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film review

In Western Norway, Rebekka (Siren Jørgensen) is looking for retribution. Under false identity, she seeks out her deceased sister’s violator and embeds herself into his idyllic family to now destroy his life.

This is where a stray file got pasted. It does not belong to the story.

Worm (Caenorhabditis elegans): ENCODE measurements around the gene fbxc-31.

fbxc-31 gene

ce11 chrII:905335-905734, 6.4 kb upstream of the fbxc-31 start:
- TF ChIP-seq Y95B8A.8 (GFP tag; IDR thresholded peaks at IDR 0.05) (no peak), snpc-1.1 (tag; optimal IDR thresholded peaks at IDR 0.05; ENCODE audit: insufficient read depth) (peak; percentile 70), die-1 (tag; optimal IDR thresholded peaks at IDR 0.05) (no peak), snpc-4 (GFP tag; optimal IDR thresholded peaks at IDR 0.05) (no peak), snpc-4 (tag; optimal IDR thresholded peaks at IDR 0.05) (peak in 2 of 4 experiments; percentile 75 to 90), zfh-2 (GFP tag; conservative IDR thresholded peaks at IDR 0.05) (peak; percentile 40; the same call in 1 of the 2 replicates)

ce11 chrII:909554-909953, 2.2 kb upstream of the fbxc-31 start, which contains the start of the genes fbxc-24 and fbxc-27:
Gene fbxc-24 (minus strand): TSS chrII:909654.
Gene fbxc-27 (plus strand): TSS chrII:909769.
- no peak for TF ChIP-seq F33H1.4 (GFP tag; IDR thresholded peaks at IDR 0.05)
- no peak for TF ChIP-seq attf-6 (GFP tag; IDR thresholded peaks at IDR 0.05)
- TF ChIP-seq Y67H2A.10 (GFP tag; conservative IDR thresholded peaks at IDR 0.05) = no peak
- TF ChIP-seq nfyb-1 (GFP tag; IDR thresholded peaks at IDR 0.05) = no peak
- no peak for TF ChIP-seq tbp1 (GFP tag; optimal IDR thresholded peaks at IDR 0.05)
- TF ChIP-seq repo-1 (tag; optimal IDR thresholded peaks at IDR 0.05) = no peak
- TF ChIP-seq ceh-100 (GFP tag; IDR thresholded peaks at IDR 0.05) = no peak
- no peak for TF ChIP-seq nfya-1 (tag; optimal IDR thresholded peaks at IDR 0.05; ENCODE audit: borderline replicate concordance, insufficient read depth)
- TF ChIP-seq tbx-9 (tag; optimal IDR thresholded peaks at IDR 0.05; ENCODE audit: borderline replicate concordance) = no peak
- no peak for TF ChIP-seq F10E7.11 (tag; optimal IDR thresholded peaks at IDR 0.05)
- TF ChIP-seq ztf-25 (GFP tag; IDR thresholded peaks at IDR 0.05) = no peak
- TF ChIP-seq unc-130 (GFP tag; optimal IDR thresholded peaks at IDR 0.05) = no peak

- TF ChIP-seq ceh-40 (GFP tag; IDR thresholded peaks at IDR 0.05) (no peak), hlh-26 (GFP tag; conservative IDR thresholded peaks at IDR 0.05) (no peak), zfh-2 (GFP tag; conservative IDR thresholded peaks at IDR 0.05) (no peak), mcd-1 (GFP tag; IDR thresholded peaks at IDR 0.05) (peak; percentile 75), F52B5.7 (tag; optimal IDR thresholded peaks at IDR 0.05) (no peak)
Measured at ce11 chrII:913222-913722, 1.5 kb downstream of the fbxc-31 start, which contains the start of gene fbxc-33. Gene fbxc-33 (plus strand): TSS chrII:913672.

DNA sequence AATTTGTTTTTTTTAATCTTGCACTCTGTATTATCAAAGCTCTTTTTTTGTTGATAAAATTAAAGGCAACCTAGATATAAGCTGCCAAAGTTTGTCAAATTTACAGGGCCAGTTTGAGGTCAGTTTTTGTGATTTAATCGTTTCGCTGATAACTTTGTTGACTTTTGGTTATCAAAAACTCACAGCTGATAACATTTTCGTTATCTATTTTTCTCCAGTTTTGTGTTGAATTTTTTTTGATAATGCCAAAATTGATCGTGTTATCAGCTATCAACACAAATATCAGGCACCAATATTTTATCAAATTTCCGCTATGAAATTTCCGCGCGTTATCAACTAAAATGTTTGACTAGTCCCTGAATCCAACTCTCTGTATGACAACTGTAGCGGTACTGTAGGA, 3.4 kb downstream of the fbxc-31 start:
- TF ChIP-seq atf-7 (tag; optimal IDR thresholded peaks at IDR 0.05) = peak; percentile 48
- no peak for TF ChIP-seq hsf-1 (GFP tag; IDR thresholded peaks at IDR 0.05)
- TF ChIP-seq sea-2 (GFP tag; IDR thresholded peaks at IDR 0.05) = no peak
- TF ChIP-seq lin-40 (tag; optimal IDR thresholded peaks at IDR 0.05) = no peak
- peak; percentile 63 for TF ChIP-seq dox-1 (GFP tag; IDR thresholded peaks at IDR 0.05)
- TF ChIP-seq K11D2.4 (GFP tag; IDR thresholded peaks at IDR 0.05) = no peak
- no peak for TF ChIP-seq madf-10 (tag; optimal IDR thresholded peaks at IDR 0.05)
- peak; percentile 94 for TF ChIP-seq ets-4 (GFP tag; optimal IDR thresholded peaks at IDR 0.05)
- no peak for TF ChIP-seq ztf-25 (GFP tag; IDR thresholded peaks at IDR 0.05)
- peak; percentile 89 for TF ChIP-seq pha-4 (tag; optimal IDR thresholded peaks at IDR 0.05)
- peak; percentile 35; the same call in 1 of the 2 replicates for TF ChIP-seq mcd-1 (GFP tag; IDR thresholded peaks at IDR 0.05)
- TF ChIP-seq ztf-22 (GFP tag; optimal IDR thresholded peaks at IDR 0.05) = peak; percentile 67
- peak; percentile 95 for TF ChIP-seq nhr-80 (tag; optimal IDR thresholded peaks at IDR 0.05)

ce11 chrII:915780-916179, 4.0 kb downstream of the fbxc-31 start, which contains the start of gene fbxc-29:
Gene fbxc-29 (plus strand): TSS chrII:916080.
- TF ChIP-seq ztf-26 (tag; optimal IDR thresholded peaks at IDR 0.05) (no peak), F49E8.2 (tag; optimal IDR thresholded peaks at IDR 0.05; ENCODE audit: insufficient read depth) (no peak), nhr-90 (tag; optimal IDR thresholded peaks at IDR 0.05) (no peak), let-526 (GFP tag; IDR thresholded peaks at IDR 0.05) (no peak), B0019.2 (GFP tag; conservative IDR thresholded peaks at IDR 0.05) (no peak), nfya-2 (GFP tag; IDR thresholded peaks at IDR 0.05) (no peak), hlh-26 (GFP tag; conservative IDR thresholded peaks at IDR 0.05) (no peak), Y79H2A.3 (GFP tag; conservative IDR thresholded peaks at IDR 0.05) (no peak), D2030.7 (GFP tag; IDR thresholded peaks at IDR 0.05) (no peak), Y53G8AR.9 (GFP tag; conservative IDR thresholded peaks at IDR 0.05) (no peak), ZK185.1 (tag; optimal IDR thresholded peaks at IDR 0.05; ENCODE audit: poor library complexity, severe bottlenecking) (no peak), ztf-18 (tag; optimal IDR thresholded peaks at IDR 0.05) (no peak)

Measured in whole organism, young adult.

The first Canada/Norway co-production in 16 years, Hevn is a remarkable product of financing innovation, a beacon for cash-strapped Cancon producers looking to expand their horizons. Unfortunately, that bit of industry ingenuity is all that sets the film apart, as the thriller is little more than a genre exercise that rehashes a wealth of revenge-movie themes and tropes. Set in an isolated Norwegian community, writer-director Kjersti Steinsbo's movie focuses on Rebekka (Siren Jorgensen), who poses as a travel-magazine writer in town to profile local hotelier Morten (Frode Winther). But as is the case with such movies – where every character's passing glance hints at a dark secret – everything is not as it seems, and the story quickly collapses into itself. Still, Jorgensen's lead performance is strong, even genuinely chilling at points, and the wintry western Norway fjords are shot with an intimidating confidence. It's no surprise that the film, like revenge itself, is best served cold.